Jason Phillips: I like that. I like that constant evolving of finding mentors that evolve with your needs, man. I don't think I'm going to be the right coach for everyone their whole career, but I think I can coach a lot of people at specific times in their career and make them really successful.

Jason Phillips: That's beautiful, dude.

Aaron Hinde: Yeah. It really even ties back to what we were just talking about. When I was a chiro, knowing when to hand a patient off to pain management, or PT, or god forbid, they needed to get surgery ... Knowing when to keep them, and continuing the progress. Just having that awareness about yourself, and your skill set, and what you need, or what you can deliver and give, and not, you know, over-promise and under-deliver. Always continually be evolving and looking to up-level yourself. It starts to come naturally.

Aaron Hinde: When you're aware of certain things, your brain ... energy into existence, like, "I want to become a better marketer." All of a sudden, the marketers that are resonating with you will start becoming more apparent. You'll see them on Instagram. You'll see them on Facebook. You'll start getting snail mail from them. All of a sudden, it's like, "Oh, okay. This is where my path needs to go."

Aaron Hinde: I think being in tune, kind of opening up our minds and being very in tune with, you know ... where is our path leading us right now? Being open to that, and really pushing our energy towards that, and continually evolving and developing.

Jason Phillips: Dude, I love it. I love it. Bro, that's an amazing insight as to where we're at today. My question is this. You've built and created a lot of success. In my opinion, I look at FitAid and I'm like, "Fuck. You guys are probably just scratching the surface." What does the future have in store for us, man? Where does LIFEAID go? Where does FitAid go? Inside of that, where does Aaron go? Where does Aaron the entrepreneur, Aaron the father, Aaron the husband ... How does all that continue to evolve?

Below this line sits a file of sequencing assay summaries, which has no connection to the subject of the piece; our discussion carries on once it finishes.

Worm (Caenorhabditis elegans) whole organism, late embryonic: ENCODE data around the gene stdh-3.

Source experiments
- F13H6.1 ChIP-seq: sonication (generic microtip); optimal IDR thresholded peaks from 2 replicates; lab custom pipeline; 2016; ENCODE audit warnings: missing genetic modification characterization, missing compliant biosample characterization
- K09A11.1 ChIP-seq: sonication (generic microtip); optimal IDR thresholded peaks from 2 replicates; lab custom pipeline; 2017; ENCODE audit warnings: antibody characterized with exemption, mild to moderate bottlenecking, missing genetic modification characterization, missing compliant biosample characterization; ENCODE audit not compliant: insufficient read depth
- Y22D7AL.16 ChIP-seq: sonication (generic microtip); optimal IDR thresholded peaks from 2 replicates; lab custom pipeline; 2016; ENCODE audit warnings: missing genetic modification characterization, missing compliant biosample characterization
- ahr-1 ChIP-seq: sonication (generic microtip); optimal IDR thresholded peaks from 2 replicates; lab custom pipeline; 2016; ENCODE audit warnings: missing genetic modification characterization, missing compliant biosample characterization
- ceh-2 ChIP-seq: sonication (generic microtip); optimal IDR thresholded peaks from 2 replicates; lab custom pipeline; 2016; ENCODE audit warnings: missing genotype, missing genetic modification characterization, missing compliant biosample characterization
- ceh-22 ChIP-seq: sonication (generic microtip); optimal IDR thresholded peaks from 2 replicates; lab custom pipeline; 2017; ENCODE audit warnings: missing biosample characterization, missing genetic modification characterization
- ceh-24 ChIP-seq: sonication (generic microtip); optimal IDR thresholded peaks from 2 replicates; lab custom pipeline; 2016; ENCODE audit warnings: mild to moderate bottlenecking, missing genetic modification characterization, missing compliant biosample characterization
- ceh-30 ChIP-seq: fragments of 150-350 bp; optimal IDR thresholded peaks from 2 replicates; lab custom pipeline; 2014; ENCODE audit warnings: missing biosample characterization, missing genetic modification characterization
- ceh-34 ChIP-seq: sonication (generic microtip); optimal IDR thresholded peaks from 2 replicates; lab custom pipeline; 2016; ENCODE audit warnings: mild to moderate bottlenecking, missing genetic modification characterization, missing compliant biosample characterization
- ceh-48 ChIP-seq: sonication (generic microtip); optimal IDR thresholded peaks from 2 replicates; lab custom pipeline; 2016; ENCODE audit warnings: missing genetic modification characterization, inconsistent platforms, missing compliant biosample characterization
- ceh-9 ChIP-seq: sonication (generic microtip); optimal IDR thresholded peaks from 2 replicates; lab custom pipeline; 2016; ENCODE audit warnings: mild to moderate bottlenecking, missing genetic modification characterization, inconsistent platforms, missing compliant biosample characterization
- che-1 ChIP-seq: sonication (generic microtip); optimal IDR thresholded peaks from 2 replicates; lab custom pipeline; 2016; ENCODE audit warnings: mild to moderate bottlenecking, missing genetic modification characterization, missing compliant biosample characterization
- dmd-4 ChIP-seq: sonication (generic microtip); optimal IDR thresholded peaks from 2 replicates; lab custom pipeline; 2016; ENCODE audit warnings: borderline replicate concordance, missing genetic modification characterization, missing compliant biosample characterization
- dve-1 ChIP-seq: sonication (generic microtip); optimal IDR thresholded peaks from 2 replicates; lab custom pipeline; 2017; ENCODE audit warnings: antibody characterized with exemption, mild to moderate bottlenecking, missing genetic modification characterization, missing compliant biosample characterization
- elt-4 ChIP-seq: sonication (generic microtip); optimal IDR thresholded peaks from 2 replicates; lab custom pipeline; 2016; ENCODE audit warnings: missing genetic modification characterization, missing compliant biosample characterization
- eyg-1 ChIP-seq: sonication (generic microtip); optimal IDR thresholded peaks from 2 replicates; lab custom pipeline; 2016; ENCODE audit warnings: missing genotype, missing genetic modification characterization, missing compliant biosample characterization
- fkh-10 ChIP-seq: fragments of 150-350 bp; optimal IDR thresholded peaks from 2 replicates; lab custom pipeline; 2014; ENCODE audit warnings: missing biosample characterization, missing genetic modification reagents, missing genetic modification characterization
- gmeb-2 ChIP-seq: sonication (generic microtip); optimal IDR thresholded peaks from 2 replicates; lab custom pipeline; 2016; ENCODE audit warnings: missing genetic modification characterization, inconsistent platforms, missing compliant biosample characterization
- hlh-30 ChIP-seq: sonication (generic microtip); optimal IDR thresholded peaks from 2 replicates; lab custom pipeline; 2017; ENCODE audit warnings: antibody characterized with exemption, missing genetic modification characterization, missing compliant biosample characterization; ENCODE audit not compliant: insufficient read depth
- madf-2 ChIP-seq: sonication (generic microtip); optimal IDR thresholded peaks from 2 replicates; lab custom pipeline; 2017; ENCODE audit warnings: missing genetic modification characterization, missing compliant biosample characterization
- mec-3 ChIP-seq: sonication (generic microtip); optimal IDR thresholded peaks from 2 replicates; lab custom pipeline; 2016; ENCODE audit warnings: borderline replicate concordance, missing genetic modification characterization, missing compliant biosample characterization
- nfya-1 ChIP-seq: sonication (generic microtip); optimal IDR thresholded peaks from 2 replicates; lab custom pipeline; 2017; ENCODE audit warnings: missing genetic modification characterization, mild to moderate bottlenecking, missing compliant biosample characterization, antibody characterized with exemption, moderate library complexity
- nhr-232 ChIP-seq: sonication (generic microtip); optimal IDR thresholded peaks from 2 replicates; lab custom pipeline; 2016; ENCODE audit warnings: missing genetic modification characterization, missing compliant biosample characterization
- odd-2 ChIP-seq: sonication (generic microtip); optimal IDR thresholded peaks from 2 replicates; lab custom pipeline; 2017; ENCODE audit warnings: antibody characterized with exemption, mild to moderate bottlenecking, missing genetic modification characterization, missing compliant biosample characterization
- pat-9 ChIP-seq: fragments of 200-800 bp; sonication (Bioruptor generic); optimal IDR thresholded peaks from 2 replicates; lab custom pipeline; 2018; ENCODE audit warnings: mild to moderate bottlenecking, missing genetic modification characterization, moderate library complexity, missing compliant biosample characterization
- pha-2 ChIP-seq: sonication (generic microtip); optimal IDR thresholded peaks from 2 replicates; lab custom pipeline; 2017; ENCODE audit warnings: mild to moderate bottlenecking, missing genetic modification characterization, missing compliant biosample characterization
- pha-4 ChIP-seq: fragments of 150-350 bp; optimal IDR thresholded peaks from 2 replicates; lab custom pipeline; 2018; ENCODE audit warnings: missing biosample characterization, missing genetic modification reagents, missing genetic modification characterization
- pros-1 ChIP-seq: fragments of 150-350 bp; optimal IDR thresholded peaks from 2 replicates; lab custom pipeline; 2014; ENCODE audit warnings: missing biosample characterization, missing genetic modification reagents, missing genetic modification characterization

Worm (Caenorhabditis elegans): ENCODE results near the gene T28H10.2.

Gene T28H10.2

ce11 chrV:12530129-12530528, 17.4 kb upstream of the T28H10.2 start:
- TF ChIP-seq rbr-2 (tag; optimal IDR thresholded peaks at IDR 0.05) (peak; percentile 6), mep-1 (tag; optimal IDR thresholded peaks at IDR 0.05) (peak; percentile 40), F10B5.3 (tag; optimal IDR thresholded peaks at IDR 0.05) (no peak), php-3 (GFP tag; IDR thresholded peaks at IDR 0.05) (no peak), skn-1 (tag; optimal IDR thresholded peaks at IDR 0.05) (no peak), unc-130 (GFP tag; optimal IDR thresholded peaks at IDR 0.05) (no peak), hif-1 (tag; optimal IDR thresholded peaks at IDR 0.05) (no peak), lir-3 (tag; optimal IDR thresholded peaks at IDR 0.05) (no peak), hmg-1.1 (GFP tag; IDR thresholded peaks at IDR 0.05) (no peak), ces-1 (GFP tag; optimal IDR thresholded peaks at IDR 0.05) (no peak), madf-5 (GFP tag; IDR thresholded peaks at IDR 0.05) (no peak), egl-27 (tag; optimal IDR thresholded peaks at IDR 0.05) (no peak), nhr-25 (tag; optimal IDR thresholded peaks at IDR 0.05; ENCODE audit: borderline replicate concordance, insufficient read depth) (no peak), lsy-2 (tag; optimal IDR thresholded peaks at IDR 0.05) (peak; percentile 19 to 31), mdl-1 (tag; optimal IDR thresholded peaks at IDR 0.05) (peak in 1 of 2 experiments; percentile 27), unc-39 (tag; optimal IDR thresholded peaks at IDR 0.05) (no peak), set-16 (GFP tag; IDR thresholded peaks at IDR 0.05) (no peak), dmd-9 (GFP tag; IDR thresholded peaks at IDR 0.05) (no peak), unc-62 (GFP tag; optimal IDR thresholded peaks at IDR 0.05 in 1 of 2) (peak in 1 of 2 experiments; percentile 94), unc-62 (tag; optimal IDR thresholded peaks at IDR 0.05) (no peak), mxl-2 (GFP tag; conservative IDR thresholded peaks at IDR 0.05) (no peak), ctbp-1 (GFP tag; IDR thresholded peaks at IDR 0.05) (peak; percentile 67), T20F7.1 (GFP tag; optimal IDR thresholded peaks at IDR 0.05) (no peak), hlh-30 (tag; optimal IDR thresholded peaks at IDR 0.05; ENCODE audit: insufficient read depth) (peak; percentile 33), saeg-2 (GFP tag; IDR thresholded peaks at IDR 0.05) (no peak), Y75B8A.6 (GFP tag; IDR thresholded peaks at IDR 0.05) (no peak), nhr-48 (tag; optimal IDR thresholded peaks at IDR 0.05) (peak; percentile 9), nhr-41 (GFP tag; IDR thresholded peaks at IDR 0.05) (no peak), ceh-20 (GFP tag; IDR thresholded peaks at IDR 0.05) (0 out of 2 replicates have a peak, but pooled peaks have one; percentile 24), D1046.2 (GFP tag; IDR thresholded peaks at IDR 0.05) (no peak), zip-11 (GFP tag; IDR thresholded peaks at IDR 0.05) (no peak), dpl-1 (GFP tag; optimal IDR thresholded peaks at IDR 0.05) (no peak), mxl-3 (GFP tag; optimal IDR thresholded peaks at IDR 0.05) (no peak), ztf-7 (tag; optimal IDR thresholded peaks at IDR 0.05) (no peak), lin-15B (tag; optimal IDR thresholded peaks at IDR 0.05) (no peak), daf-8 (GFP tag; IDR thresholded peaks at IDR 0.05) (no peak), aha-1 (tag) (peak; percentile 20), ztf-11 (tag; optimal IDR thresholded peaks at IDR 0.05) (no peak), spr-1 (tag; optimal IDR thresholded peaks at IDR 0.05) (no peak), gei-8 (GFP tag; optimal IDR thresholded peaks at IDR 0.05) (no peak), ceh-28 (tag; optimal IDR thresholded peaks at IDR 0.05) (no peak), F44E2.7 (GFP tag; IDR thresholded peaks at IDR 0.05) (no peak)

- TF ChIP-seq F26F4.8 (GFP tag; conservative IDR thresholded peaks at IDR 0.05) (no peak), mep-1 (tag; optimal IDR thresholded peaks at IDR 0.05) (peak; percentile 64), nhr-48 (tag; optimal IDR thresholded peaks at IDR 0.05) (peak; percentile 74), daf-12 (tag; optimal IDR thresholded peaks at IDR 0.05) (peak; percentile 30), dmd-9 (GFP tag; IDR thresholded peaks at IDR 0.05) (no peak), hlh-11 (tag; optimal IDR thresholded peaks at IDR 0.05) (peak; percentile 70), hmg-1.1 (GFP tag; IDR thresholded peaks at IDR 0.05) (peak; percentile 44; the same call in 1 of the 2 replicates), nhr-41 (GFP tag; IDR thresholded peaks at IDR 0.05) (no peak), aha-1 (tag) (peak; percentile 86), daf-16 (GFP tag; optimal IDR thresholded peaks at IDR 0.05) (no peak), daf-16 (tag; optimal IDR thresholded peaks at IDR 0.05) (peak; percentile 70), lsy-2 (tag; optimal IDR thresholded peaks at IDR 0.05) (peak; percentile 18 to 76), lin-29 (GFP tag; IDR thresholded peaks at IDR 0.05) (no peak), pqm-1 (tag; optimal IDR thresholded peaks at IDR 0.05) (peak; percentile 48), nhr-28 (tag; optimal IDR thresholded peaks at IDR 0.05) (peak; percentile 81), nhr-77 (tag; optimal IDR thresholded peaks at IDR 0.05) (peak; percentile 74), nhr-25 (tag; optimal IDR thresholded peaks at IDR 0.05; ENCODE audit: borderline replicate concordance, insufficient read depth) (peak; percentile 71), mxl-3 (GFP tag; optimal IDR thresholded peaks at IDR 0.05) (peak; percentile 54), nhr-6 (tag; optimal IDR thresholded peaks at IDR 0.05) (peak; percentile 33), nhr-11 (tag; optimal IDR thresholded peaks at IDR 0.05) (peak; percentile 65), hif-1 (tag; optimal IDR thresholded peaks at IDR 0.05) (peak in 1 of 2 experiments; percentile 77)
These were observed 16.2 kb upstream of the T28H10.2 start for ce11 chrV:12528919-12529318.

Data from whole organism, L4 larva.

Aaron Hinde: Yeah. With LIFEAID, we're going to keep pushing forward. We continue to build out a great team. Our stated goal, even before we even had a product, was to get our kids' generation off the high-sugar, high-caffeine, artificially-laden sports and energy drinks, and by doing that, I think we can become the next billion-dollar beverage brand. We're not stopping until we hit that. Eye on the prize.

Aaron Hinde: We want to change the landscape, change the expectations, and hold these companies accountable that have literally been poisoning our kids for years. You give a kid a Big Gulp with 70 grams of sugar ... that's the exact same amount of sugar that, if you go in and get a diabetes test, a glucose tolerance test, that they're going to give you to drink and watch your blood sugar spike.

Jason Phillips: Yeah.

Aaron Hinde: We literally have been poisoning our generations, right? We need to get away from poisoning and back to accountability, and sensibility, and eating clean, and eating healthful, and that kind of thing. That's the LIFEAID vision.

Aaron Hinde: Where does LIFEAID evolve to, with technology and stuff? I think the future is ... I'm going to get a little out there for a second ... We will have sensors, with the internet of things, in our body, that will be relaying information, in real-time, to a 3D printer at home, that will have nutritional components that will basically be printing whatever supplementation our body needs on a day-to-day basis. I would love to see LIFEAID, over time, evolve to be a leader in that space.